One of the primary safety devices in laboratories where chemicals are used is the laboratory fume hood. A well-designed fume hood, when properly installed and maintained, can provide a substantial degree of protection for the researcher, provided its proper use and limitations are understood. Check out the results of our latest fume hood survey.

Top 6 Questions You Should Ask When Buying a Fume Hood

1. Can your lab go ductless? Ductless hoods are a viable solution for most routine laboratory applications. If a total exhaust hood is not an absolute requirement for the process being performed, a ductless solution often makes more sense.

2. What is the hood constructed from, how is it constructed, and how does this affect equipment life cycle? Based on your application, will any of the chemicals being used attack, degrade or physically alter the construction material of the hood? Will the hood stand up to harsh corrosives?

3. What type of safety controls are included in the base cost of the unit?

4. Has the manufacturer/distributor gone through a thorough application review process? Does the suggested filtration make sense?

5. How hard is installation? Will there be a future/potential need to move the hood after it has been installed the first time? Should the hood be portable?

6. What are the capital, installation and operational costs? From the lab manager’s perspective, capital costs are but a fraction of the overall budget. Installation/labor costs and operational costs must be factored in as well.

Types of fume hoods our readers are using in their labs:

Conventional ducted fume hood 60%
Benchtop ductless fume hood 10%
Canopy ducted fume hood 10%
Variable air volume ducted fume hood 8%
Down flow workstation 6%
Portable ductless fume hood 5%
Other 1%

Reasons our respondents were considering buying a new fume hood included:

Setting up a new lab/developing a brand new method 38%
Replacement of aging fume hood 32%
Addition to existing systems; increase capacity 22%
Changing from the current type of fume hood 4%
Other 4%

The top ten factors/features important to lab research respondents in their decisions to buy a fume hood:

Durability of product 98%
Low maintenance/easy to clean 98%
Performance of product 97%
Safety and health features 96%
Ease of use: ergonomic operation 95%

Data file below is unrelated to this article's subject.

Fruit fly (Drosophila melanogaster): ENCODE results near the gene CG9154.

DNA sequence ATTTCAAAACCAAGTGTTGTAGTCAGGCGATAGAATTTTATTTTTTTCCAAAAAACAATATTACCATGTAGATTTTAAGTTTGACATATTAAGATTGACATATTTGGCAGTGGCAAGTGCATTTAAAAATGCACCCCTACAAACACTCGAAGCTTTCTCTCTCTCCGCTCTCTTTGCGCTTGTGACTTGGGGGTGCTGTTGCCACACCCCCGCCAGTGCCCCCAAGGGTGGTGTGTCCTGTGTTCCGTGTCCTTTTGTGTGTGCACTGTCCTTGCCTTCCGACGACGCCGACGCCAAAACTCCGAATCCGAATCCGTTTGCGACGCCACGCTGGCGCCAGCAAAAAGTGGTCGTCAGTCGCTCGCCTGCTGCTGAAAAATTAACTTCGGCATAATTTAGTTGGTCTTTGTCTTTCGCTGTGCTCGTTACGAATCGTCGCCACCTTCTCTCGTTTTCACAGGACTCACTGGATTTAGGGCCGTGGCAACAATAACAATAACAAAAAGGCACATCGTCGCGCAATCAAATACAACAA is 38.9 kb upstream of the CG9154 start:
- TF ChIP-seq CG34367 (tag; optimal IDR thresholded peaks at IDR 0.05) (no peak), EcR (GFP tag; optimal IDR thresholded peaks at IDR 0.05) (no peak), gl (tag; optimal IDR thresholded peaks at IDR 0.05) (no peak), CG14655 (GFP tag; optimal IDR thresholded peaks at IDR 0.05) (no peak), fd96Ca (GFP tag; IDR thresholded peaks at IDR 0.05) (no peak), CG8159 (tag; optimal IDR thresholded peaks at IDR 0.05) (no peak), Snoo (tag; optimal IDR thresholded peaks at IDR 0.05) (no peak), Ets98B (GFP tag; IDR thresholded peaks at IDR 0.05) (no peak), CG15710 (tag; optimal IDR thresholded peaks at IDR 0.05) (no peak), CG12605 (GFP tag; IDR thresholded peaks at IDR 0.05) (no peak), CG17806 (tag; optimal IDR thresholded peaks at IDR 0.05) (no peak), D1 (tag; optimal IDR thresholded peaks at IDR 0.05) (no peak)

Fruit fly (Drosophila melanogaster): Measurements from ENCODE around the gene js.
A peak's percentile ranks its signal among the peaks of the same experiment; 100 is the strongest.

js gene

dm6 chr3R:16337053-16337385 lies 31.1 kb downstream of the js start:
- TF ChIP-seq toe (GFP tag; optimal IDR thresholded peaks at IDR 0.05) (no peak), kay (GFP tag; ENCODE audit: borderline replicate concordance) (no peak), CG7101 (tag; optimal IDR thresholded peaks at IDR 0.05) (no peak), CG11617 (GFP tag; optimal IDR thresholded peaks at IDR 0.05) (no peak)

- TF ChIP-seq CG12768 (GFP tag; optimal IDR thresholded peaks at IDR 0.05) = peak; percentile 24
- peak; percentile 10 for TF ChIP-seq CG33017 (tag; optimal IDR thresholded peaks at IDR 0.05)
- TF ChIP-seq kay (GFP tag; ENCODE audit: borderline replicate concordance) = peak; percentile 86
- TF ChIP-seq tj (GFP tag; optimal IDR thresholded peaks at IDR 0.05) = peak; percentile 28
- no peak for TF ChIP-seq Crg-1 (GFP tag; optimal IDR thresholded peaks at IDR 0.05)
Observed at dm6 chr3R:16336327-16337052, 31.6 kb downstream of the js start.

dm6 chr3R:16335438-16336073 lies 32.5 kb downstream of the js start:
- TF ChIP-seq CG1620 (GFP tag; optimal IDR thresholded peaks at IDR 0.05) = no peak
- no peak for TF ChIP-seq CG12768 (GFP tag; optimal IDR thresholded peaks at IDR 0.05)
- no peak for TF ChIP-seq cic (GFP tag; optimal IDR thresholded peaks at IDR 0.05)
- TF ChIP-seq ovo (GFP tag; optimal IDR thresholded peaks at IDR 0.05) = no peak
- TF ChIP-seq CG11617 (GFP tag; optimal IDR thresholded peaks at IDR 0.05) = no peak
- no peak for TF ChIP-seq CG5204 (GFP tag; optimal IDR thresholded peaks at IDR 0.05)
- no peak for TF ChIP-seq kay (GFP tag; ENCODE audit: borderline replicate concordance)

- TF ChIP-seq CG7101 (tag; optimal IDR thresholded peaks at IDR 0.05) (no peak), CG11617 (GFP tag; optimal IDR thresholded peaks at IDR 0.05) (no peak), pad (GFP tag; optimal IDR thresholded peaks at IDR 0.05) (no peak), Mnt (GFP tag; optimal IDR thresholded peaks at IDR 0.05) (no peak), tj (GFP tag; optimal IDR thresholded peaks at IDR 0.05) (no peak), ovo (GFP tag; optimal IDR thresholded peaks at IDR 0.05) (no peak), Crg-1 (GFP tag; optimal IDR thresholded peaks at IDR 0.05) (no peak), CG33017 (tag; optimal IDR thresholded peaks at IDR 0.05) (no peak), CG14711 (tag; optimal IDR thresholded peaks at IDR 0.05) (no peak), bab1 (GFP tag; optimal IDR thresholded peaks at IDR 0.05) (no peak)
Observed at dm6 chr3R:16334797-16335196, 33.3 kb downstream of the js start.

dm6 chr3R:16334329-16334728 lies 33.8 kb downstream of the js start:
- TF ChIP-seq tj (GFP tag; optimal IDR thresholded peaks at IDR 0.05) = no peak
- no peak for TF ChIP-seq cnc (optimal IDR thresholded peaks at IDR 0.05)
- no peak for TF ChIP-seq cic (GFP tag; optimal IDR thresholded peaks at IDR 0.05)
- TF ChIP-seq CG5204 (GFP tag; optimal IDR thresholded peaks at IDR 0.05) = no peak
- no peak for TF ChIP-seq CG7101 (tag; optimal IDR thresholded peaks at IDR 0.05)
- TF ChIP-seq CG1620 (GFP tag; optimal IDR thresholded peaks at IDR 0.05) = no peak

Low operating costs 90%
Total cost of ownership 86%
Value for price paid 85%
Warranties 85%
Service and support 79%

Recently Released Fume Hoods

• Provides real-time PPM measurements for filter saturation and an on-board application validation system
• Includes AirSafe™ TOUCH microprocessor controller with LCD one-touch controls
• Features multi-level administrator-defined access— up to 8 unique users
• Comes with energy consumption monitor with energy conservation mode
• Boasts Silconazyne™ bonded gas phase filtration

AirClean Systems

Protector® XStream®
• Provides excellent containment for an extremely safe environment
• Features unobstructed sight line of 37-1/2”
• Includes new anti-racking sash suspension system and captured counter weight for whisper quiet operation
• Contains new Eco-Foil™—an aerodynamic sill that reduces energy consumption 7-10% over flat airfoils
• Brings significant savings to the user’s bottom line


UniFlow SE Aire-Stream
• Are UL 1805 certified
• Offered in 48”, 60”, 72” and 96” widths in either constant air volume or restricted bypass models
• Is a high performance fume hood that maximizes user protection and energy savings


• EverSafe II™ microprocessor safety controller monitors and adjusts fume hood face velocity to the user preset value
• Has been ASHRAE 110 tested and provides excellent containment from toxic fumes and vapors
• Available in 30, 42 and 54 inch widths

Mystaire Misonix


Fume Hood Manufacturers

Air Master Systems
Air Science
AirClean Systems
CIF Furniture
Design Filtration
Flow Sciences
Genie Scientific
Germfree Laboratories
Hanson Lab Furniture
Kewaunee Scientific
Lab Synergy
LM Air Technology
Mystaire Misonix
Mott Manufacturing
RDM Industrial
Sentry Air Systems
Terra Universal
TFI/Inline Design
The Baker Company
Thermo Fisher Scientific